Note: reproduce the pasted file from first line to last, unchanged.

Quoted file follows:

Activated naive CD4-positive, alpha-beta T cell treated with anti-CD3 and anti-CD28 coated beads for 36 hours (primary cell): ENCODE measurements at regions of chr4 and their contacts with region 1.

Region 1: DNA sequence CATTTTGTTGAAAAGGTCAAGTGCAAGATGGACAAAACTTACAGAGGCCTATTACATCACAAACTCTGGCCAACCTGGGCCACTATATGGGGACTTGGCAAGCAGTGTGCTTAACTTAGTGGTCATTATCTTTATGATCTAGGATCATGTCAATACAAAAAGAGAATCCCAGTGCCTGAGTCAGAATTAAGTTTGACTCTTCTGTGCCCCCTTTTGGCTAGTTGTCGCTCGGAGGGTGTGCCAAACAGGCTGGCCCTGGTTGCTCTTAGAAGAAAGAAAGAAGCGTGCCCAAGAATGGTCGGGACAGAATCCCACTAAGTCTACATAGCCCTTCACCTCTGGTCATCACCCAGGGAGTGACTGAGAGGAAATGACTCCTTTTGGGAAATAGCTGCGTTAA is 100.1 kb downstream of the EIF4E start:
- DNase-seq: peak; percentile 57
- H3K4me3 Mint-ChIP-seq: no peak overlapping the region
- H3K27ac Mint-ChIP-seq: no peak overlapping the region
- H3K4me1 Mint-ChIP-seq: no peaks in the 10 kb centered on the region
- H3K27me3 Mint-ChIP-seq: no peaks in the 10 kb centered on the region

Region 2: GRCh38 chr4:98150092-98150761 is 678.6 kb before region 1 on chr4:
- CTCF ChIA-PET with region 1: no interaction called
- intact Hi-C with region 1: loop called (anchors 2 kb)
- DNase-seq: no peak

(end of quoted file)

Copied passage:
Activated naive CD4-positive, alpha-beta T cell treated with anti-CD3 and anti-CD28 coated beads for 36 hours (primary cell): ENCODE measurements at regions of chr4 and their contacts with region 1.

Region 1: DNA sequence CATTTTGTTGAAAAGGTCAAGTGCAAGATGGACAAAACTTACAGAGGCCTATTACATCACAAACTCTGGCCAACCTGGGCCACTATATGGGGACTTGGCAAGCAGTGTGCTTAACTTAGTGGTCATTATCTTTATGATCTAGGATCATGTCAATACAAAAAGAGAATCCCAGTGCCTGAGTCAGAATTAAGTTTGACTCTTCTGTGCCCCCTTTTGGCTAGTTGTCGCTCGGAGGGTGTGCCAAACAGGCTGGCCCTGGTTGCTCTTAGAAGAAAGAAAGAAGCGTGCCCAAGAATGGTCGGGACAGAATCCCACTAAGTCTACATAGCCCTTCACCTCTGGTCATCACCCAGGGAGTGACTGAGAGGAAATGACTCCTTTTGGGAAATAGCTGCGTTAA is 100.1 kb downstream of the EIF4E start:
- DNase-seq: peak; percentile 57
- H3K4me3 Mint-ChIP-seq: no peak overlapping the region
- H3K27ac Mint-ChIP-seq: no peak overlapping the region
- H3K4me1 Mint-ChIP-seq: no peaks in the 10 kb centered on the region
- H3K27me3 Mint-ChIP-seq: no peaks in the 10 kb centered on the region

Region 2: GRCh38 chr4:98150092-98150761 is 678.6 kb before region 1 on chr4:
- CTCF ChIA-PET with region 1: no interaction called
- intact Hi-C with region 1: loop called (anchors 2 kb)
- DNase-seq: no peak